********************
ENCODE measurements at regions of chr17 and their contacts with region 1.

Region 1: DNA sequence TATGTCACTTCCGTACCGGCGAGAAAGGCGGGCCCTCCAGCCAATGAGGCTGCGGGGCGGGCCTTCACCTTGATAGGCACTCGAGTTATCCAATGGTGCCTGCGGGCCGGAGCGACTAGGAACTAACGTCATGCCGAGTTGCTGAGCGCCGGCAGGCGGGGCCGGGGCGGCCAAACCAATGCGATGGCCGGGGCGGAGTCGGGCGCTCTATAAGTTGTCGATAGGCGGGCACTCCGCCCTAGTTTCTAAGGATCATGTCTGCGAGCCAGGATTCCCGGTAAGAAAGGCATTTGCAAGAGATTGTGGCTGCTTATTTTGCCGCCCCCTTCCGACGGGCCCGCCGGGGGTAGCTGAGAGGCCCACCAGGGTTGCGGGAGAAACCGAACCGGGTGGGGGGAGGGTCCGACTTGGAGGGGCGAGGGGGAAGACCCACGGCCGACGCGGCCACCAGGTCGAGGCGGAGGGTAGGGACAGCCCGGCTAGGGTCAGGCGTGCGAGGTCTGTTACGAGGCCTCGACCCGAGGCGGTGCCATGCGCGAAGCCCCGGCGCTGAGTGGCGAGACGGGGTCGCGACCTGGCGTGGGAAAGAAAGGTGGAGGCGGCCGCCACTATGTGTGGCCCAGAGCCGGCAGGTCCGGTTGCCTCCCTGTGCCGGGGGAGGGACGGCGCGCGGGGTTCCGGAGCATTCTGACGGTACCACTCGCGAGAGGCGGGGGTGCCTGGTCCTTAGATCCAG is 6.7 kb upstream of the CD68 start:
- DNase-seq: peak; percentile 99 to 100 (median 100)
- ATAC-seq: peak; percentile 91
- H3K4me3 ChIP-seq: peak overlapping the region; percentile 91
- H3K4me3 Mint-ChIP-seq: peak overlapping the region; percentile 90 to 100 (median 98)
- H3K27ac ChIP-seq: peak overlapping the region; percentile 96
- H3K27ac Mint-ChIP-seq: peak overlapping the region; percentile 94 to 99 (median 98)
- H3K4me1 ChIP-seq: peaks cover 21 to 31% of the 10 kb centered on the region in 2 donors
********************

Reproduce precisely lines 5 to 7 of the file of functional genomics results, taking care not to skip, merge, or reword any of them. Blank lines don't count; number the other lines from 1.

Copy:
- H3K4me3 ChIP-seq: peak overlapping the region; percentile 91
- H3K4me3 Mint-ChIP-seq: peak overlapping the region; percentile 90 to 100 (median 98)
- H3K27ac ChIP-seq: peak overlapping the region; percentile 96